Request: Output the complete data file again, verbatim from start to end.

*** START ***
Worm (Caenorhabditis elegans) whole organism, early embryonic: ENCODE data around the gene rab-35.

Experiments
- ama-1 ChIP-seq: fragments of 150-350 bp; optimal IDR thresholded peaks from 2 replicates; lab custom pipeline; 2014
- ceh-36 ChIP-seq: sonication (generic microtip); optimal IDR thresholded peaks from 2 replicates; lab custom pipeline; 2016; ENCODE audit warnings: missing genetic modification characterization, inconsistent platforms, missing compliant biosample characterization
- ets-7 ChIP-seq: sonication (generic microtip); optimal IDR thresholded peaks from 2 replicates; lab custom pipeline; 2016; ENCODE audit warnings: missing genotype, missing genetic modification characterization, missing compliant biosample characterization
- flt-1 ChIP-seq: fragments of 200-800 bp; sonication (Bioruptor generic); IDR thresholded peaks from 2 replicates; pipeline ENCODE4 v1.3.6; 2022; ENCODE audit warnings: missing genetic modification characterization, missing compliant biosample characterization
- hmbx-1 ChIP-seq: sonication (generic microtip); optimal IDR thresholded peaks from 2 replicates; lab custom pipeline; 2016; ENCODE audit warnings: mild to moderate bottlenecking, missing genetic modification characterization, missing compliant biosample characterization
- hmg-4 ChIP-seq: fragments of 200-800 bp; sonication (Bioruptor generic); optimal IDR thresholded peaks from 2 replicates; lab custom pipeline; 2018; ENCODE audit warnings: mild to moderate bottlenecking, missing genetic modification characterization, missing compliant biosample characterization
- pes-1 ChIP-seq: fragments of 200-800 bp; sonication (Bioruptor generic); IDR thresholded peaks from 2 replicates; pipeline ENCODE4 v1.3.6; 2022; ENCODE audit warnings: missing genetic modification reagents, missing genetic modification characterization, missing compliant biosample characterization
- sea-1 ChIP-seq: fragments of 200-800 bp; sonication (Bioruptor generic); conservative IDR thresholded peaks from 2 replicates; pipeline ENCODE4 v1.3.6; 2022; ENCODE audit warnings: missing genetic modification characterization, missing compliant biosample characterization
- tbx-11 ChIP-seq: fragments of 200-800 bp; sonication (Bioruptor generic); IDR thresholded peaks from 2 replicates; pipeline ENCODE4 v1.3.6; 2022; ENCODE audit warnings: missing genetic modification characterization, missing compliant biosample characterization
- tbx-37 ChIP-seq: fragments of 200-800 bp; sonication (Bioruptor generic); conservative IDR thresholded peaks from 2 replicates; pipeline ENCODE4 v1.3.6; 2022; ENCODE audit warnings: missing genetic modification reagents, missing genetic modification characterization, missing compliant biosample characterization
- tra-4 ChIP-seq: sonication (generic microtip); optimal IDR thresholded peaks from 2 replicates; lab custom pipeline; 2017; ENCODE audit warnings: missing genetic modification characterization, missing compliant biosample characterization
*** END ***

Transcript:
Worm (Caenorhabditis elegans) whole organism, early embryonic: ENCODE data around the gene rab-35.

Experiments
- ama-1 ChIP-seq: fragments of 150-350 bp; optimal IDR thresholded peaks from 2 replicates; lab custom pipeline; 2014
- ceh-36 ChIP-seq: sonication (generic microtip); optimal IDR thresholded peaks from 2 replicates; lab custom pipeline; 2016; ENCODE audit warnings: missing genetic modification characterization, inconsistent platforms, missing compliant biosample characterization
- ets-7 ChIP-seq: sonication (generic microtip); optimal IDR thresholded peaks from 2 replicates; lab custom pipeline; 2016; ENCODE audit warnings: missing genotype, missing genetic modification characterization, missing compliant biosample characterization
- flt-1 ChIP-seq: fragments of 200-800 bp; sonication (Bioruptor generic); IDR thresholded peaks from 2 replicates; pipeline ENCODE4 v1.3.6; 2022; ENCODE audit warnings: missing genetic modification characterization, missing compliant biosample characterization
- hmbx-1 ChIP-seq: sonication (generic microtip); optimal IDR thresholded peaks from 2 replicates; lab custom pipeline; 2016; ENCODE audit warnings: mild to moderate bottlenecking, missing genetic modification characterization, missing compliant biosample characterization
- hmg-4 ChIP-seq: fragments of 200-800 bp; sonication (Bioruptor generic); optimal IDR thresholded peaks from 2 replicates; lab custom pipeline; 2018; ENCODE audit warnings: mild to moderate bottlenecking, missing genetic modification characterization, missing compliant biosample characterization
- pes-1 ChIP-seq: fragments of 200-800 bp; sonication (Bioruptor generic); IDR thresholded peaks from 2 replicates; pipeline ENCODE4 v1.3.6; 2022; ENCODE audit warnings: missing genetic modification reagents, missing genetic modification characterization, missing compliant biosample characterization
- sea-1 ChIP-seq: fragments of 200-800 bp; sonication (Bioruptor generic); conservative IDR thresholded peaks from 2 replicates; pipeline ENCODE4 v1.3.6; 2022; ENCODE audit warnings: missing genetic modification characterization, missing compliant biosample characterization
- tbx-11 ChIP-seq: fragments of 200-800 bp; sonication (Bioruptor generic); IDR thresholded peaks from 2 replicates; pipeline ENCODE4 v1.3.6; 2022; ENCODE audit warnings: missing genetic modification characterization, missing compliant biosample characterization
- tbx-37 ChIP-seq: fragments of 200-800 bp; sonication (Bioruptor generic); conservative IDR thresholded peaks from 2 replicates; pipeline ENCODE4 v1.3.6; 2022; ENCODE audit warnings: missing genetic modification reagents, missing genetic modification characterization, missing compliant biosample characterization
- tra-4 ChIP-seq: sonication (generic microtip); optimal IDR thresholded peaks from 2 replicates; lab custom pipeline; 2017; ENCODE audit warnings: missing genetic modification characterization, missing compliant biosample characterization